Zuckerberg’s “Move Fast and Break Things” Strategy Was Dead Wrong

A few years ago, there was a lot of executive advice arguing that it was better to make decisions quickly without research than to stand still. This was likely the foundation of Zuckerberg’s strategy to “move fast and break things,” and may be the core cause of how he broke Meta’s workforce. This isn’t to say that having a policy that accepts breakage is necessarily bad. I’ve seen companies fail because they are unwilling to take necessary risks to be successful. My old friend Steve Ballmer’s failures at Microsoft often had to do more with not taking necessary risks (like the Microsoft Phone and Zune, which were massively underfunded) than taking unnecessary ones (Yahoo, Nokia).  

I once spoke with and forecasted the firing of a Ford CEO after he shared with me Ford’s risk policy. He’d said that he’d accept risk-taking on any vehicle but the Ford-150, and god save anyone that screwed up that vehicle. My foundation for the prediction is that uneven policies aren’t sustainable either. You accept that some decisions may fail. If the Ford-150 folks won’t tolerate risk, that’s a problem in a world where risk-taking is critical to advancement. 

The right way to manage risk is by balancing. Risks must be reasonable but not avoided completely. Too little willingness to take risks (and too much focus on blame) can be just as damaging to a company as too little restraint.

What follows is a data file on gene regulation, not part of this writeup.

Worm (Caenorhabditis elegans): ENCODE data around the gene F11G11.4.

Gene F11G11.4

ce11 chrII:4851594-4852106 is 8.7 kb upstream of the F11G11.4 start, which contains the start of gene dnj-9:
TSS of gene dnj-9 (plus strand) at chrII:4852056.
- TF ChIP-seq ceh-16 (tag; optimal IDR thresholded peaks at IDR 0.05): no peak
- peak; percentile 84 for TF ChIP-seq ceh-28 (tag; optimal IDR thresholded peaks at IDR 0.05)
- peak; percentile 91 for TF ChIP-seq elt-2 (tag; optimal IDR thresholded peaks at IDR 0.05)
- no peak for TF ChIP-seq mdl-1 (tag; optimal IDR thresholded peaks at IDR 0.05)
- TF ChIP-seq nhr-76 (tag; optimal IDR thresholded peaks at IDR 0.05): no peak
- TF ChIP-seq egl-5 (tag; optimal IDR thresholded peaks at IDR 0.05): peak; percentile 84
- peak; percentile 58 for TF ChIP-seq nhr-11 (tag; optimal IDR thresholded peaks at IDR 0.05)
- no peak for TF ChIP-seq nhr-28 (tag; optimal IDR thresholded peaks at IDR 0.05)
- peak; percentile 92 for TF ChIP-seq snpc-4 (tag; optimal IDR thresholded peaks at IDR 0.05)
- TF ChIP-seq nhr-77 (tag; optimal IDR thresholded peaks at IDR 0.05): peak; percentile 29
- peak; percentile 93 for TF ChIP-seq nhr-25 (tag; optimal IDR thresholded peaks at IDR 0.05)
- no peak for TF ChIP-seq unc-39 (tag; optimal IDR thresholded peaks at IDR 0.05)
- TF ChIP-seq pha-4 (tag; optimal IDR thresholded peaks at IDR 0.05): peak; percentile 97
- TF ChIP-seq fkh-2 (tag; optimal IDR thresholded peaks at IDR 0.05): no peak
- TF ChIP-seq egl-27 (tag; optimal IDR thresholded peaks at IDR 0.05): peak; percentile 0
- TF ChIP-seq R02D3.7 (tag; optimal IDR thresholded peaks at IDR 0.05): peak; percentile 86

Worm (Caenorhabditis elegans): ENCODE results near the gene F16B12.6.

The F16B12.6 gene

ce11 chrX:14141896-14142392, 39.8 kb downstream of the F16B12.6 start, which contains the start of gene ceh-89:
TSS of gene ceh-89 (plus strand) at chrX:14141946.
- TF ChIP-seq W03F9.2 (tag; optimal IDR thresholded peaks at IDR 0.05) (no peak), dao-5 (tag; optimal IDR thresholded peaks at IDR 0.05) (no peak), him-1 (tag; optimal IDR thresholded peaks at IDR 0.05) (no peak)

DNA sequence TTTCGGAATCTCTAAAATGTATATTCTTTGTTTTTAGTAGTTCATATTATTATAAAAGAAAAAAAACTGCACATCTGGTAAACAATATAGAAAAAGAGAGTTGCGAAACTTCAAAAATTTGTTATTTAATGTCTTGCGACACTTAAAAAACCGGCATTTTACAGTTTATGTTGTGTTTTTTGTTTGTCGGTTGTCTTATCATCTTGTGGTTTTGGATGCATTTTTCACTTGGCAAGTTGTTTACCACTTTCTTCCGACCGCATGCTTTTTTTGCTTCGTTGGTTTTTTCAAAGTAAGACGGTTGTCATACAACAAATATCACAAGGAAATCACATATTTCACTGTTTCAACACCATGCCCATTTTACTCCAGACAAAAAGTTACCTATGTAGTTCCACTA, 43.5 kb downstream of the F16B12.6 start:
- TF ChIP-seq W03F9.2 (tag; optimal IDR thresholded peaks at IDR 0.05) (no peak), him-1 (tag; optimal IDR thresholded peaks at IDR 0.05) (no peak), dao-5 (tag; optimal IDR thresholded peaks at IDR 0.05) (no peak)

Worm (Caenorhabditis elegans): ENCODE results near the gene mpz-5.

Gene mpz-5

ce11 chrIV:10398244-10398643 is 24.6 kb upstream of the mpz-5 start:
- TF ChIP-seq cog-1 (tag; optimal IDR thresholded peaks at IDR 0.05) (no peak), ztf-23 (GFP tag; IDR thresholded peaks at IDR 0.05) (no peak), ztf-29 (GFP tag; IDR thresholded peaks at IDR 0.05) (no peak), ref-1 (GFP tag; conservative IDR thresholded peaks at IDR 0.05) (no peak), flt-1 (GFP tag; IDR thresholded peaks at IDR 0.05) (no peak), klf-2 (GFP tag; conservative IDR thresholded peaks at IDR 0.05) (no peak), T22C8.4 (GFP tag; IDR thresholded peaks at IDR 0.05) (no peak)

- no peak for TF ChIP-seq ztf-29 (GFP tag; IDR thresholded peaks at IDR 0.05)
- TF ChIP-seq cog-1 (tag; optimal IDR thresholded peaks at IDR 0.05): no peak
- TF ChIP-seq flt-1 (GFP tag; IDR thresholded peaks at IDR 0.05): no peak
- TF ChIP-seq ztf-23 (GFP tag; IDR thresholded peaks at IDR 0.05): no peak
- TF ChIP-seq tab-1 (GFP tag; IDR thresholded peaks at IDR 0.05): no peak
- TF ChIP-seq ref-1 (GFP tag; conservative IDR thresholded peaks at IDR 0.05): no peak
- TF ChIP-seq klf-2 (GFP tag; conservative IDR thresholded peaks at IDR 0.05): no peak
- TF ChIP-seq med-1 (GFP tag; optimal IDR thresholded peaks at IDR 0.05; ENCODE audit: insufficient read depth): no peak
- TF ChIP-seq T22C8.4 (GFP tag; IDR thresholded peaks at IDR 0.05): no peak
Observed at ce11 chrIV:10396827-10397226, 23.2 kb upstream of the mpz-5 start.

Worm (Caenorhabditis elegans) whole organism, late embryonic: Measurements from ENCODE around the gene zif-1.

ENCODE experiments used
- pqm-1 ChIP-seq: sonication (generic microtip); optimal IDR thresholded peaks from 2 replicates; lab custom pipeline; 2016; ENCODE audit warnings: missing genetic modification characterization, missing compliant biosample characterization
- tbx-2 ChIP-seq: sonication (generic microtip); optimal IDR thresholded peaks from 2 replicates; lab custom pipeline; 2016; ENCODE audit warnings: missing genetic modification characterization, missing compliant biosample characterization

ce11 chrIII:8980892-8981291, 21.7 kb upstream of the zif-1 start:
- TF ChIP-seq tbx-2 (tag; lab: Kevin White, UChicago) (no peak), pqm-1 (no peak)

Move fast and break things is unsustainable

Orienteering is a type of race where you use a map but there is no track, which is much like strategic management. Back when I was a competitive analyst, I attended a class sponsored by SCIP (the Society for Competitive Intelligence Professionals). The expert teaching the class drew an X/Y chart with speed on the horizonal axis and direction on the vertical one and argued that the most successful companies were in the upper right of the grid, while most failures were in the lower right. His point was that if you run full speed in the wrong direction, much like an orienteering runner choosing to take off before looking at the map, you end up going in the wrong direction quickly.

I was also a senior internal auditor for a time. Many of the failures I observed then (and later as an independent analyst) were teams and companies that seemed to be doing what Zuckerberg advised by running fast and experiencing massive breakage. They were too focused on moving quickly instead of on making the right moves.  

When talking about direction and speed, the Titanic is an example of moving fast and breaking things. When on its maiden cruise, the owners wanted to highlight how fast the ship could go and demanded the captain cruise at top speed without first assuring she was capable of that sustained speed or that the direction was safe. The Titanic sank, thus validating that the risk was excessive, and a more reasonable course should have been selected.  

NVIDIA vs. Facebook and the Metaverse